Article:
When I have a house . . . as I sometime may . . .
I’ll suit my fancy in every way.
I’ll fill it with things that have caught my eye
In drifting from Iceland to Molokai.
It won’t be correct or in period style,
But . . . oh, I’ve thought for a long, long while
Of all the corners and all the nooks,
Of all the bookshelves and all the books,
The great big table, the deep soft chairs,
And the Chinese rug at the foot of the stairs
(It’s an old, old rug from far Chow Wan
That a Chinese princess once walked on).
My house will stand on the side of a hill
By a slow, broad river, deep and still,
With a tall lone pine on guard nearby
Where the birds can sing and the storm winds cry.
A flagstone walk, with lazy curves,
Will lead to the door where a Pan’s head serves
As a knocker there, like a vibrant drum,
To let me know that a friend has come,
And the door will squeak as I swing it wide
To welcome you to the cheer inside.
For I’ll have good friends who can sit and chat
Or simply sit, when it comes to that,
By the fireplace where the fir logs blaze
And the smoke rolls up in a weaving haze.
I’ll want a wood box, scarred and rough
For leaves and bark and odorous stuff,
Like resinous knots and cones and gums,
To toss on the flames when winter comes.
And I hope a cricket will stay around,
For I love it’s creaky lonesome sound.
With the advancement of technology, the art of letter writing with a pen and paper is dwindling fast but a few of us are still trying to keep the tradition alive.
Are you fed up of only receiving bills and junk mail in your mailbox? It’s always nice to receive a surprise card or letter that has been handwritten instead of the boring stuff that you’re not really interested in, so why not surprise someone by putting pen to paper.
I’m in a small group of six people who send a Round Robin of handwritten letters that has been going on for about a year now. It’s fun and I don’t just get one letter to read but five.
How does it work?
Person number one writes a letter (maximum two pages) about anything they like – what they have been doing since receiving the last letter, any vacations they are planning or have been on, hobbies they do, book recommendations, recipes etc. They then send it to the second person on the list.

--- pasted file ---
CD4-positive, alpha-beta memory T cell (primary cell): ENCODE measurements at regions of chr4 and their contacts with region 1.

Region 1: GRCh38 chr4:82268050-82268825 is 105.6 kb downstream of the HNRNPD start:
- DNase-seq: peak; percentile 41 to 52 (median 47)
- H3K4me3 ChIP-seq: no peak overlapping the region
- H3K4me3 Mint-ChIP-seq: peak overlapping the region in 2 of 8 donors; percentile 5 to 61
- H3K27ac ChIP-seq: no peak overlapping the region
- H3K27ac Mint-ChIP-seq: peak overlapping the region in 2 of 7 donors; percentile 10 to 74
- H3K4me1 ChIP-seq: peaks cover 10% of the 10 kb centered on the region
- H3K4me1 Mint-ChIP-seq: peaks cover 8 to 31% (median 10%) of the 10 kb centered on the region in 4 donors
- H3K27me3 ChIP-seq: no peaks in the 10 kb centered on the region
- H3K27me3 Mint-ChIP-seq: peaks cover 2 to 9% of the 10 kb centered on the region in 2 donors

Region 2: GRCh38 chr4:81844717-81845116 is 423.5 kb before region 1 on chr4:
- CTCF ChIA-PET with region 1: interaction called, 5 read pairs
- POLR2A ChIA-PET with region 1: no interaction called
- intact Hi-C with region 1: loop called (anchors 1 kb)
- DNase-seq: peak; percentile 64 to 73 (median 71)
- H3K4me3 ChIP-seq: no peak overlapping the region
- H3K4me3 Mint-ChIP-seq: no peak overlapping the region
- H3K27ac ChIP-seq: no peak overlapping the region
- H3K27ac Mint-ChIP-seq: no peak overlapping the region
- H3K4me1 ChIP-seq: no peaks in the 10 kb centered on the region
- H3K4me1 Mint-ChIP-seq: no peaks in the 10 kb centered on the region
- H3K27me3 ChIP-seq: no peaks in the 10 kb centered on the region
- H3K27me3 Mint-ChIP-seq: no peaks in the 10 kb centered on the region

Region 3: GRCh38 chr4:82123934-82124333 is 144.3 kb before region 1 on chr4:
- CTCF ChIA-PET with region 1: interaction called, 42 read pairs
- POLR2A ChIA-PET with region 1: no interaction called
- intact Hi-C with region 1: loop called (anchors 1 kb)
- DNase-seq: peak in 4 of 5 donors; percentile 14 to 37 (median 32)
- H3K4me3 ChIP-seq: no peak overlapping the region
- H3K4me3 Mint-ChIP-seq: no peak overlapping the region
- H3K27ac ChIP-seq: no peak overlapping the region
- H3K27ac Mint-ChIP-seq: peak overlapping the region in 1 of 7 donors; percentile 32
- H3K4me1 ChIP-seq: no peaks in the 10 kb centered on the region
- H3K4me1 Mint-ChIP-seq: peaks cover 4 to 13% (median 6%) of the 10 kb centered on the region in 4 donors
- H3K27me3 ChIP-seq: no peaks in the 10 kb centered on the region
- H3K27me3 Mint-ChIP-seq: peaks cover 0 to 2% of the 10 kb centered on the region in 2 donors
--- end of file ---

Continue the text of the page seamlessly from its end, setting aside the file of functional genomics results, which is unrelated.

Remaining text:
When the second person has received the envelope they write their letter, read person one’s letter and then add their letter to the original and post both letters to person number three.
Person number three then reads both letters in the envelope, writes their letter and adds it to the envelope. Three letters now wing their way onto person number four. Person number four does the same and sends all the letters on to person number five and so it continues until all the people in the group have received, read and written letters.
Once a letter has been received by a recipient they have up to two weeks to read and respond with their own letter. There’s usually a sheet of everyone’s addresses so each person knows who they need to send the complete package to. This should always stay in the envelope as a reference sheet. Any changes can be made to the address list should anyone move home during the round of letters.
Once all the letters have been sent back to the very first person in the group, they remove their first letter, read all the letters they have not yet seen and then add a completely new letter to the package. They then send it on to person two who removes their letter and adds a new one. This continues round and around until it completes a second journey and the whole process starts again. This way of sending letters is often called a Round Robin.
As you get to see your original letter you can then re-read what you wrote to everyone so you don’t forget or repeat yourself.
Why not give the art of letter writing a try and spice up someone’s mailbox. You’ll give them a nice surprise as they won’t be expecting it – especially when it’s hiding in with the junk mail and you may even inspire them to put pen to paper and write back to you which will cheer up your mailbox too.